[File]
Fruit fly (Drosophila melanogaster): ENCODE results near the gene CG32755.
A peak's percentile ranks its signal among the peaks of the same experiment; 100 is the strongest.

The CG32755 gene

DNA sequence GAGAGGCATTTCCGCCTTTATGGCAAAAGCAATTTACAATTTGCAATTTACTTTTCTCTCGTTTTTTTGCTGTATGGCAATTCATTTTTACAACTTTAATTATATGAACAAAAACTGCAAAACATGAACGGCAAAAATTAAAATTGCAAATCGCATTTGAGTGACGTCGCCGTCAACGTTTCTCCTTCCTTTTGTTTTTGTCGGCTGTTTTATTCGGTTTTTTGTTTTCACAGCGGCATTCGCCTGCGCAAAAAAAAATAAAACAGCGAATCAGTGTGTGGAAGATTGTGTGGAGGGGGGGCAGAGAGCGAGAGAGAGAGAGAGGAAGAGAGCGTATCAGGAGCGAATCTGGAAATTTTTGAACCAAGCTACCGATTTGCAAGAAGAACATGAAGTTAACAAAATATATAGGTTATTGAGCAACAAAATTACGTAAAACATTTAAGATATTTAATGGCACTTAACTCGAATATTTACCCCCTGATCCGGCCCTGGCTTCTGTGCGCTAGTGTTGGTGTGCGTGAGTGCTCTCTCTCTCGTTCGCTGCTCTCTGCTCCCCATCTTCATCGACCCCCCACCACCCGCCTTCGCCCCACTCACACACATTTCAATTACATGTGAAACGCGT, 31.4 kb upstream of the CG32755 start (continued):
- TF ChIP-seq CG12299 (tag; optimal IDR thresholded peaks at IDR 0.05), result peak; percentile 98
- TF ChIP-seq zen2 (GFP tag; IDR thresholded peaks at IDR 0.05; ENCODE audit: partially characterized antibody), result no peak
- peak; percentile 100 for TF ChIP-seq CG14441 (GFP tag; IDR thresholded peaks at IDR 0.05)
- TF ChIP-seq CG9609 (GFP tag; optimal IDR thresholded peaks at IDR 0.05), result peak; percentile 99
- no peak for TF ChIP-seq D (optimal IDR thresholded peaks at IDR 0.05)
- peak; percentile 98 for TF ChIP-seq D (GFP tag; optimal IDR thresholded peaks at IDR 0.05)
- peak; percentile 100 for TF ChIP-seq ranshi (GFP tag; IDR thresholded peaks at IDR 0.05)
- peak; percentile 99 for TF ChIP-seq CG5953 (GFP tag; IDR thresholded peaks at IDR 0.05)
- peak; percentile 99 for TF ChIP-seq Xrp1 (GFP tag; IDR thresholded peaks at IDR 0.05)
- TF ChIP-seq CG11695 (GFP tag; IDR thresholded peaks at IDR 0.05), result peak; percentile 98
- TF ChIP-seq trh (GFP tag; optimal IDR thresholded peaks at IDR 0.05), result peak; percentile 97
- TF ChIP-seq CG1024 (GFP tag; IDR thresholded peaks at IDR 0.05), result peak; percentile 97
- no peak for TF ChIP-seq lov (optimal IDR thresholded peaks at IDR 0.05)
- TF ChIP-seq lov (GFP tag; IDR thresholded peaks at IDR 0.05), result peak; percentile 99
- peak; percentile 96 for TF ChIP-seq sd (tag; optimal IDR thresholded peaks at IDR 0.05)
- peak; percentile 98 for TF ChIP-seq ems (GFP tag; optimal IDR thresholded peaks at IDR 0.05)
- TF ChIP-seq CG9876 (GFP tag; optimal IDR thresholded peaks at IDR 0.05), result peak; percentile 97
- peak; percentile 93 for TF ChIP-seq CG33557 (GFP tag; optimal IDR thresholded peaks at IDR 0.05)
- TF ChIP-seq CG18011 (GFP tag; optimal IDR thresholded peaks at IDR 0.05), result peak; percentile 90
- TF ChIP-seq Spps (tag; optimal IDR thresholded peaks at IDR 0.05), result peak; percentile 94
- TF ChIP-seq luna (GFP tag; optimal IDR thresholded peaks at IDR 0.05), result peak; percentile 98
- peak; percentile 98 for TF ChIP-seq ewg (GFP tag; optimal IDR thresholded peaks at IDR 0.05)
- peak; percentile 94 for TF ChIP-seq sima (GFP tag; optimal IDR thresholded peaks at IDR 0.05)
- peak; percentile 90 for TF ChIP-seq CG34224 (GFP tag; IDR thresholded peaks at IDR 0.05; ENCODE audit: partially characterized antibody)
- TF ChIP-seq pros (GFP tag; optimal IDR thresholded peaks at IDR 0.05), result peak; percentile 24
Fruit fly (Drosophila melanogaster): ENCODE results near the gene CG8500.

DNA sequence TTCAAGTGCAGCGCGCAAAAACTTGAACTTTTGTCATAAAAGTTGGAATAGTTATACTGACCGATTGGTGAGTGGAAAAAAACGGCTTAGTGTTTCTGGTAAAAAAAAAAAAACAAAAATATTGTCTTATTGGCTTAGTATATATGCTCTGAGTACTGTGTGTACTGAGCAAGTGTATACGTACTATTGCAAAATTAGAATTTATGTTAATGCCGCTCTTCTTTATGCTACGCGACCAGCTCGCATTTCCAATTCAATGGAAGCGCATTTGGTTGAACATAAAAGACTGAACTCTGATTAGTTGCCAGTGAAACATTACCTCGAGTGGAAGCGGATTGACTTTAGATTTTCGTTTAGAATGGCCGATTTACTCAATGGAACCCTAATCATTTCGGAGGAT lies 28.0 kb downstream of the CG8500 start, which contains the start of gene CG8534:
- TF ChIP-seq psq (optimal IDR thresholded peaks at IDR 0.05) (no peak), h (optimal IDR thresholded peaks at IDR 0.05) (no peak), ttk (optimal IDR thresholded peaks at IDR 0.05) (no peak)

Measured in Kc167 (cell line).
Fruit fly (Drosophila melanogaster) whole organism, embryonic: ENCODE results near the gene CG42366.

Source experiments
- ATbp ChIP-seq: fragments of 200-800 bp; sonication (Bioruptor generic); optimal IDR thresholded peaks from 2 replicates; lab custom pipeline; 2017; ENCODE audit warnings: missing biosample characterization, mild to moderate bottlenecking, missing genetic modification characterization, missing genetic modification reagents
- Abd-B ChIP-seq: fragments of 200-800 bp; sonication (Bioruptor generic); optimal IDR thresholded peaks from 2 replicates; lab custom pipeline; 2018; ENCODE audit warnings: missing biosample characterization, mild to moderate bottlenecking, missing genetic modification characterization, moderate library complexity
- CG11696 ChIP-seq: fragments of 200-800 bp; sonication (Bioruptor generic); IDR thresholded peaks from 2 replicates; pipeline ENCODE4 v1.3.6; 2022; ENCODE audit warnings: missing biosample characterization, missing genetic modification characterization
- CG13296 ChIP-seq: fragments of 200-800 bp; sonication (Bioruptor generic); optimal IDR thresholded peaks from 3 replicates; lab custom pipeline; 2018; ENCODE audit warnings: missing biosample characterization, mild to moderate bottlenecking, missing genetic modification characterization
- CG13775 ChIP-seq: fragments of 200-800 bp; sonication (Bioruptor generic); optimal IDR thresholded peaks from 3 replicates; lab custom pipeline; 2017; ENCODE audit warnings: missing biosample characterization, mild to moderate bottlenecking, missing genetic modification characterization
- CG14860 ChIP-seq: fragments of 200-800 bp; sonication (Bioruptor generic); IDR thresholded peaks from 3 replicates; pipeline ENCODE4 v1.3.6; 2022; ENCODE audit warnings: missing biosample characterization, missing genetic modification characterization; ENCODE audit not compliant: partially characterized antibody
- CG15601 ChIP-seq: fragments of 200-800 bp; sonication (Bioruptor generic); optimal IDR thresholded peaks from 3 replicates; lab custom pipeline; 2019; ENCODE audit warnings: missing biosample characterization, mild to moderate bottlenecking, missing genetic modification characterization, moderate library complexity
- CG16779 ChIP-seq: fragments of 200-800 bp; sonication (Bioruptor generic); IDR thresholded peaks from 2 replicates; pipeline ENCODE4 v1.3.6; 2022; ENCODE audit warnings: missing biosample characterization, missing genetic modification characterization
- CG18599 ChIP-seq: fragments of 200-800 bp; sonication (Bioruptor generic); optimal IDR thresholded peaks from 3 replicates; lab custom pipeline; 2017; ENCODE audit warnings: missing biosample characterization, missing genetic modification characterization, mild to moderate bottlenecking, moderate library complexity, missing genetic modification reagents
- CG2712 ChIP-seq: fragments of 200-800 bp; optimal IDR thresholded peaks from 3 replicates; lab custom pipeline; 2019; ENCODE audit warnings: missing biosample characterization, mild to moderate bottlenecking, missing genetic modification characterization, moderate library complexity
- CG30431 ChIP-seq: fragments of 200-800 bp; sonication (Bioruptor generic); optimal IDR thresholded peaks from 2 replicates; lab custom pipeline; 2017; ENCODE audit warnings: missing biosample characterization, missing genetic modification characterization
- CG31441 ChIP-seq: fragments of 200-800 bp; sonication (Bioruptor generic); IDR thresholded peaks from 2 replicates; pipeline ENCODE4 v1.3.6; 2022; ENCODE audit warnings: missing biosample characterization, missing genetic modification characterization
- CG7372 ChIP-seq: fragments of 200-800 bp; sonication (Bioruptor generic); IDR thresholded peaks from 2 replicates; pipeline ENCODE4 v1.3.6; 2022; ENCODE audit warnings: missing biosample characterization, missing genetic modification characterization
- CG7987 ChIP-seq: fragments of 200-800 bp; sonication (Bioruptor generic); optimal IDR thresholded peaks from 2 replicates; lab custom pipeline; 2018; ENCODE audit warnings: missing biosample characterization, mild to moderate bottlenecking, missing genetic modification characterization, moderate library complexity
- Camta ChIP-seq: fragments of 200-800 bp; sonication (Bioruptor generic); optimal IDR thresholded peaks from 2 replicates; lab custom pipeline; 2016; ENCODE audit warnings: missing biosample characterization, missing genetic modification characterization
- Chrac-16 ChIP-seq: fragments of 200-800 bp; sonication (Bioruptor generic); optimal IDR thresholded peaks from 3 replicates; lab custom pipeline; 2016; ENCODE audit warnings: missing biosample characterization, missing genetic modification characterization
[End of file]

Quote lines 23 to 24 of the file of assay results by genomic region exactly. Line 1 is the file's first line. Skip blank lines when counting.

- TF ChIP-seq CG18011 (GFP tag; optimal IDR thresholded peaks at IDR 0.05), result peak; percentile 90
- TF ChIP-seq Spps (tag; optimal IDR thresholded peaks at IDR 0.05), result peak; percentile 94